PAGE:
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Fire & Water - Cleanup & Restoration

SERVPRO of Fargo recommends having a plan to escape a home fire.

September is National Preparedness Month

Preparedness is important all year long. September is the month for all of us to fix the gaps in our preparedness.

According the NFPA (National Fire Protection Association), a fire can move from triggering the smoke alarm to home destruction within five minutes. In the best cases, the fires do not destroy the homes, but the results of a fire are good only if everyone gets out safely.

The NFPA suggests that families make a fire escape plan that gets everyone out of the house within two minutes.

SERVPRO® of Fargo wants everyone to be safe. We can restore property and belongings. We cannot replace people.  

Making the Plan

  • Include the children in the plan. The family should practice their escape plans twice a year.
  • Teach children not to hide from firefighters. The equipment may be frightening, but the firefighters save lives.
  • Find two ways to get out of each room in case one way is blocked by fire or smoke.
  • Windows or collapsible ladders may be the alternate exits.
  • Practice getting out of the house with in the dark.
  • Practice crawling out of the house as smoke and gases rise to the ceiling.
  • Make sure that everyone can open windows, remove screens, and open any security bars.
  • Assign helpers to assist babies, young children, and anyone with mobility impairments.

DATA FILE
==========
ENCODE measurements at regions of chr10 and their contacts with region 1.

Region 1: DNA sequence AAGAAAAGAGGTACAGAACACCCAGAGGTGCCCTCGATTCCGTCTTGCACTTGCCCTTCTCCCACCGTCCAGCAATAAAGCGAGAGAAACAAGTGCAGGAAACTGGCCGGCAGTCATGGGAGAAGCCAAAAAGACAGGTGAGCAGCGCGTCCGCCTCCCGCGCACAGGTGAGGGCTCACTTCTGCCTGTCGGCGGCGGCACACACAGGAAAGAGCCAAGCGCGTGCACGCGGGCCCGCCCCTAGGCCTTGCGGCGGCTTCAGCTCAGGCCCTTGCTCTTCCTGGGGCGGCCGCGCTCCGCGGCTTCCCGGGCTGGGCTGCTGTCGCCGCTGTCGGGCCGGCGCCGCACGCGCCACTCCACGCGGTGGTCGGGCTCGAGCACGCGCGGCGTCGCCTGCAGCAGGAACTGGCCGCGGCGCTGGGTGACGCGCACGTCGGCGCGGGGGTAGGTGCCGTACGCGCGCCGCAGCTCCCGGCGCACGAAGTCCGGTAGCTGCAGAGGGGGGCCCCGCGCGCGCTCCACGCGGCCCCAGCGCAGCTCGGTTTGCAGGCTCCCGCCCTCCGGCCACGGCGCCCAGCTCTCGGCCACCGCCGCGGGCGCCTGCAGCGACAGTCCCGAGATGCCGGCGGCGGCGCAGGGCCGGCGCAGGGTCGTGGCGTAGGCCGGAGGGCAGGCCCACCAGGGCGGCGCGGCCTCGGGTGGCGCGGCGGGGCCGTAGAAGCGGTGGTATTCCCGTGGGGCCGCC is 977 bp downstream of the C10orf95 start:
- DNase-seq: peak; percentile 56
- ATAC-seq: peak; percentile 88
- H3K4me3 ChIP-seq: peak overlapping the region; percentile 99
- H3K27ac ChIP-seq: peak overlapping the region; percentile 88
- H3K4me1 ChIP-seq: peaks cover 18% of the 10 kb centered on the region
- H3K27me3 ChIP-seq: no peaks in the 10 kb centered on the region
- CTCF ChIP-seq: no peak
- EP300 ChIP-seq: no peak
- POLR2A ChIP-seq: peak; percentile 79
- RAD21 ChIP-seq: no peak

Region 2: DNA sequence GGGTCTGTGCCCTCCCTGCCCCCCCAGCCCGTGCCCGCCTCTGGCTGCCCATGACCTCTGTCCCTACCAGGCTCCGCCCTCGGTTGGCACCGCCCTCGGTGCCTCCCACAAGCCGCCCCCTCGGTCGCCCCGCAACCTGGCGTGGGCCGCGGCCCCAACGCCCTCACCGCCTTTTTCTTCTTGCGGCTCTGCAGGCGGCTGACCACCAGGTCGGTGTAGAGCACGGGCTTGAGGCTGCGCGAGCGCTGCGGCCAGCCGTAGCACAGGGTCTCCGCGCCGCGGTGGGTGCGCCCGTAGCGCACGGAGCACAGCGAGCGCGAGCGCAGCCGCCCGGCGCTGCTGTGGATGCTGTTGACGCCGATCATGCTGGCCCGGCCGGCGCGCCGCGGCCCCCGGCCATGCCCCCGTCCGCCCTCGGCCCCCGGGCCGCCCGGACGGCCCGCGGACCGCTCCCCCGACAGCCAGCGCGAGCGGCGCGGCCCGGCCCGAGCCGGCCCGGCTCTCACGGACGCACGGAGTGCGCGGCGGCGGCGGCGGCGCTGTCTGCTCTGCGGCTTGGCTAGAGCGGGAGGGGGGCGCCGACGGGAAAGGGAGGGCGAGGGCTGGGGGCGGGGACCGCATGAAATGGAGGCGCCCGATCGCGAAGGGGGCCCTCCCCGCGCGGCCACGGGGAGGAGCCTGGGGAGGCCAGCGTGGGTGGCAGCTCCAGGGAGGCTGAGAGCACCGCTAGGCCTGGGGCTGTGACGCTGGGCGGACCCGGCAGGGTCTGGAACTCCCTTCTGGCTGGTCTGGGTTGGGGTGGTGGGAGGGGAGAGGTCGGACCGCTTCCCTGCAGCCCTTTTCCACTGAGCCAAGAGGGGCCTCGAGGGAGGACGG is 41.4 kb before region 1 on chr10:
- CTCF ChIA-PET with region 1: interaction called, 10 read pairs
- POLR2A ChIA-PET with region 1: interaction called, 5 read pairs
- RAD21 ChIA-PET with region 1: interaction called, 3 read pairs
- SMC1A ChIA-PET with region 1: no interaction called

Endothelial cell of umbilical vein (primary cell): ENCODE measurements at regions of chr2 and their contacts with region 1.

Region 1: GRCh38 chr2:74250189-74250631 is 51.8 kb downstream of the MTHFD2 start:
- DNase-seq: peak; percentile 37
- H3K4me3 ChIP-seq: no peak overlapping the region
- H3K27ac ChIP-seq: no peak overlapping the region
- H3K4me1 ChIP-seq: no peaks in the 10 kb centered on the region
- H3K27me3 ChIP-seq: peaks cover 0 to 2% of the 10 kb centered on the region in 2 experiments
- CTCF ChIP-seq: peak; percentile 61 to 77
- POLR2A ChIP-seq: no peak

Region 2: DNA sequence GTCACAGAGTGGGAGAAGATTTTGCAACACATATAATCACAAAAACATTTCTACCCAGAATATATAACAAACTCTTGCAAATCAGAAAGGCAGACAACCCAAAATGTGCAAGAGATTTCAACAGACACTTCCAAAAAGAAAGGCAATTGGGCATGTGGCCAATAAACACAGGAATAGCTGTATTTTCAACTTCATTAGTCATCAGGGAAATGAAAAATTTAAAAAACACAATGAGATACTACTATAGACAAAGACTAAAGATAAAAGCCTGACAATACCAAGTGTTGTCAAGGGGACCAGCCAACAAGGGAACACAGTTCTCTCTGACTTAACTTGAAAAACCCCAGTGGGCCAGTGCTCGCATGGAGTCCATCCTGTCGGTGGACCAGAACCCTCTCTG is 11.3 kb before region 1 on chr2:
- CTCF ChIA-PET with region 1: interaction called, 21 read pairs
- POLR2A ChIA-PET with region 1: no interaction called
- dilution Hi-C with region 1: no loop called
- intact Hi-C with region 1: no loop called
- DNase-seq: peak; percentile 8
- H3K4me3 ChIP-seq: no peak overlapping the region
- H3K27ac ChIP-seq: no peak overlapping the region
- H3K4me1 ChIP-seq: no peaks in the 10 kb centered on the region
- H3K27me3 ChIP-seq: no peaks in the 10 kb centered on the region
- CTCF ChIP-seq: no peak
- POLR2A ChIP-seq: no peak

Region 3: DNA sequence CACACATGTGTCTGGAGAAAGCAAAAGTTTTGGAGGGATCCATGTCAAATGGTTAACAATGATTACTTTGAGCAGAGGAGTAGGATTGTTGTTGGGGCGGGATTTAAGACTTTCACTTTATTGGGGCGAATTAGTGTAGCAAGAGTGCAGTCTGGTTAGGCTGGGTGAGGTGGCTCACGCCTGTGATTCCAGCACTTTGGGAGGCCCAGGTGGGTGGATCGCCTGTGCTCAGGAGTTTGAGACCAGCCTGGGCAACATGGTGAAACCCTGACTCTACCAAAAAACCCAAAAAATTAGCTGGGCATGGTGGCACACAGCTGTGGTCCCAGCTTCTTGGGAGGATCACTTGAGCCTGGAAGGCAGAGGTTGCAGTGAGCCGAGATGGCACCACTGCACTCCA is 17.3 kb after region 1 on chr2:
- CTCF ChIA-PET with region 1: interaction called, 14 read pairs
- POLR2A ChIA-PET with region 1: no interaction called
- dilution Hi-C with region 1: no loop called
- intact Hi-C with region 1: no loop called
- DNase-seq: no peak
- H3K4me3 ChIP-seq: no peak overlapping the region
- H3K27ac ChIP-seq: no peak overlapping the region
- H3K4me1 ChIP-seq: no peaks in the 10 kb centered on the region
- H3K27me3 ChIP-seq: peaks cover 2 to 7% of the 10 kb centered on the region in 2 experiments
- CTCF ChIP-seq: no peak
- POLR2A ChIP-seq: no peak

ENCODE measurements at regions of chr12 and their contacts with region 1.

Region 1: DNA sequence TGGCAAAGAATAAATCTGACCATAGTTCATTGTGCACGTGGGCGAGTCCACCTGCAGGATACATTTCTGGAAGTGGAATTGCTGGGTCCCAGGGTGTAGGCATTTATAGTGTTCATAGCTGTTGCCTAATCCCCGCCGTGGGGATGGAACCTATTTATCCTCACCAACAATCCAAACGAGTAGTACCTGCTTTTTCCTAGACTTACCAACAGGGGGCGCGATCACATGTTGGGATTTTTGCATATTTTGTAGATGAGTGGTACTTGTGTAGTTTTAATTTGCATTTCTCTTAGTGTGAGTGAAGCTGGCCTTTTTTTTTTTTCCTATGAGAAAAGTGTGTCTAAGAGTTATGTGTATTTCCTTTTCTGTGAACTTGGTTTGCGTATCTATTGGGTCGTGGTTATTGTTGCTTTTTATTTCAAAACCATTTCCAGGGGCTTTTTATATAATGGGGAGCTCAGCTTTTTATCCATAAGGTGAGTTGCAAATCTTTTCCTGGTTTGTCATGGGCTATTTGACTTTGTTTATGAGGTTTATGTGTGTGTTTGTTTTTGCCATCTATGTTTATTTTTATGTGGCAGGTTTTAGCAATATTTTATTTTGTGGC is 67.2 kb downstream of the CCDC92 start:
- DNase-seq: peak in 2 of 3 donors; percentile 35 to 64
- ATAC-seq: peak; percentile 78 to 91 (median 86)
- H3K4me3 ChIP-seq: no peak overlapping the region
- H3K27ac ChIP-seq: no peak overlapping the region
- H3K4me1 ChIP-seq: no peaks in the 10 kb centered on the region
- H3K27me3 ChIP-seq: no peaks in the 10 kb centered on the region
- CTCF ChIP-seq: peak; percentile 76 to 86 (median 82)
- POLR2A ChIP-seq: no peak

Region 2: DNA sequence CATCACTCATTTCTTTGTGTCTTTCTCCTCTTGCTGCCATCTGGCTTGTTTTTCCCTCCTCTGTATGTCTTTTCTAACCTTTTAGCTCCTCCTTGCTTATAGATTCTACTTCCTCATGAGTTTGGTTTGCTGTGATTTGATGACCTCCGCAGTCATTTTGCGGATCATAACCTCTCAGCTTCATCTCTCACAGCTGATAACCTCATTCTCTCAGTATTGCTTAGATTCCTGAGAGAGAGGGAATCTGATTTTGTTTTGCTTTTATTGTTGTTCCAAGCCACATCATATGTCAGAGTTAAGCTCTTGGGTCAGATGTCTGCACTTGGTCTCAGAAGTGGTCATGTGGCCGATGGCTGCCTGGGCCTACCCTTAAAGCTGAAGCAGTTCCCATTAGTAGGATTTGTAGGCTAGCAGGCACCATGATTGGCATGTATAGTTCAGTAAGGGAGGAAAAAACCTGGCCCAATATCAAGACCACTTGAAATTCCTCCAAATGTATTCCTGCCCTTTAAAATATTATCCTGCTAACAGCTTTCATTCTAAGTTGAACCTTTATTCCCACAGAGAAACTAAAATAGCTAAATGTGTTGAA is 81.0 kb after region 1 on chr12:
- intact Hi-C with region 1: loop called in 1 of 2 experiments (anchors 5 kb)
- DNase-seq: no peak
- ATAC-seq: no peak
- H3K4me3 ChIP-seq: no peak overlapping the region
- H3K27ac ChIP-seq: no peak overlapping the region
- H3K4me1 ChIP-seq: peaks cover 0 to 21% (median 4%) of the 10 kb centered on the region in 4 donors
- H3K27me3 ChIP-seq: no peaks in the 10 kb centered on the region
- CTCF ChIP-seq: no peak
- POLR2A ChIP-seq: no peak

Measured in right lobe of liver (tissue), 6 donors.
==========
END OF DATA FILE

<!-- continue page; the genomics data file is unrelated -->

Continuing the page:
• Arrange a safe place for everyone to meet.

During an Escape

  • Crawl low under any smoke to the exit.
  • Before opening a door, feel the doorknob and door. If either is hot, or if there is smoke coming around the door, leave the door closed and use your second way out.
  • Open doors slowly in case there is fire or smoke behind them.
  • If you can’t get to someone needing help, leave the home and call 9-1-1. Tell the operator or the firefighters where the person is located.
  • If pets are trapped inside your home, tell firefighters right away. Fire departments provide stickers that tell firefighters how many pets (and what kind) are in the home.
  • If you are trapped in the home, close the door, and cover vents and cracks around doors with towels to keep out the smoke. Call 9-1-1. Say where you are and signal for help.
  • If your clothes catch fire, stop, drop, and roll – stop immediately, drop to the ground, and cover your face with your hands.  Roll over or back and forth until the fire is out.

After the Disaster

If everyone is safe, feel good about that. The emotional aftermath of a home fire is tough, so check with the Red Cross or the fire department for resources on coping.

For remediation of fire damage, call us:

SERVPRO of Fargo